Had my mother still been alive, today would have been her 94th birthday. Unfortunately, she passed away in 2001. The cause of death was sepsis, which is not a very uncommon cause of death among elderly people for reasons that are not well-known. My mother had been in very good health until she neared her 78th year; I can recall only two times in her entire adult life when she was hospitalized, once for a viral infection in her middle ear, and the other for an operation to remove an inflamed appendix. When she was in her late seventies, she began to have problems with her back. She was eventually diagnosed with osteoarthritis of the spine, again, not an unexpected diagnosis for many of the elderly. Having been a great walker for most of her life, my guess is that she looked ahead and did not like what she saw—a future with limited opportunities for walking, perhaps the use of a wheelchair and/or walker—in short, a more restricted life than the one to which she was accustomed. She was independent and stubborn; when she was hospitalized initially for medical tests, she was in good spirits and was sure she would be able to return to her old life. Sadly, that was not the case. She ended up at a care center so that she could undergo physical therapy to get her back on her feet again. For some reason, she became quite stubborn (more so than usual) and refused that help. And that refusal was her undoing. Had she worked at her physical therapy, she might still be alive today. All these many years later, I understand that she simply could not accept the idea that she would be dependent upon anyone or anything, and the idea that she was suddenly infirm did not appeal to her. My mother had no patience for being old, for the various small irritations and physical limitations of old age. She was vehement about not giving in to old age. What is surprising is that she did not understand her role in her own recovery, even when it was explained to her; had she taken the reins and insisted upon therapy, had she done what it took to get better, she might still be alive. But she had no personal experience with chronic or long-term illness, even though she had taken care of my father, who had debilitating heart disease, until his death. Taking care of him had not prepared her for suddenly being afflicted herself. Her two brief hospital stays must have convinced her to get out of the hospital and back home as fast as possible. I understand her at the same time that I question her actions during the last few months of her life. But I accept what happened even though I don’t understand completely what happened.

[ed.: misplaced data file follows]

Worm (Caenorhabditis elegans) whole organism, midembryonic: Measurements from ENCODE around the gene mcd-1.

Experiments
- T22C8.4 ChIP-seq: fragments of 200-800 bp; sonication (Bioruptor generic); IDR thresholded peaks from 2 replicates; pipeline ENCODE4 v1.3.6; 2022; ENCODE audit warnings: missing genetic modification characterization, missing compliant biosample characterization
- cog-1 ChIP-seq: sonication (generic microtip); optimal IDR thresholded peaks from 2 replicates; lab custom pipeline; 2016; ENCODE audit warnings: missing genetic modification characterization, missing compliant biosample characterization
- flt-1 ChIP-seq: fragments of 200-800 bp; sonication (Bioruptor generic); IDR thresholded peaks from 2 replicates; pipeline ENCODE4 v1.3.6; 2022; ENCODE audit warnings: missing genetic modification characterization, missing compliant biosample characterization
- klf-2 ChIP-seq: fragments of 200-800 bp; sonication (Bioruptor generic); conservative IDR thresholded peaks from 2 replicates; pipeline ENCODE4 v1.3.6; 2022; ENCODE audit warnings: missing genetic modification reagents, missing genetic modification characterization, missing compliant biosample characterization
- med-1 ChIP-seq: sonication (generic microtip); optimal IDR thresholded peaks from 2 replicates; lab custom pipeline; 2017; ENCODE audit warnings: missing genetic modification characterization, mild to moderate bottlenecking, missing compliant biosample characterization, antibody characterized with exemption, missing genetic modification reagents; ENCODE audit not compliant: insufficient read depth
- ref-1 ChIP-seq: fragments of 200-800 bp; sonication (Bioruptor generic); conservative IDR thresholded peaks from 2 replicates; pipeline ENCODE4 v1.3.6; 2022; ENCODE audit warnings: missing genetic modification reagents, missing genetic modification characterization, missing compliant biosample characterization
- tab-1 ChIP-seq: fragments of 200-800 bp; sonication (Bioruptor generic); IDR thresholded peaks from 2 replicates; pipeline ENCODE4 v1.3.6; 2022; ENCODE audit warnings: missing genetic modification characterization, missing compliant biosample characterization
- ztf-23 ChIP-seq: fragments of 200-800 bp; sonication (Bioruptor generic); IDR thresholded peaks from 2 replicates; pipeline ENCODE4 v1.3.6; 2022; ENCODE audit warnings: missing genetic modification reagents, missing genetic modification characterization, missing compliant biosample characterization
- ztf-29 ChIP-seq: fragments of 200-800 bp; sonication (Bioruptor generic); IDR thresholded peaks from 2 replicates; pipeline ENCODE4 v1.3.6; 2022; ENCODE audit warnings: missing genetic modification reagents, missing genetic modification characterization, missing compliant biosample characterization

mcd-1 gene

In the intervening years, there have been other illnesses and deaths--family members and friends alike—and I have had a chance to witness first-hand how these people tackled the illnesses that preceded their deaths. Illness does some surprising things to people. Some of them simply accepted their diagnoses and the accompanying conditions, others fought against them. Those who fought were mostly younger or middle-aged people. I also know older people who have done what it takes to get well, who were assertive about getting back on their feet again; interestingly, they are still with us. I've also known older people who did what they had to do to get well, but death took them anyway. Along the way, I've learned that you simply cannot know how you would think or feel if faced with a similar situation. And until you step into the shoes of a person who is ill (with a terminal diagnosis or long-term illness) you have no real idea of what they’re going through. It’s best to be there for them, to help out, to listen, to advise when asked for advice, to offer hope, to be positive, even if we don't always understand their situation or their response to it. Not much more is asked of us.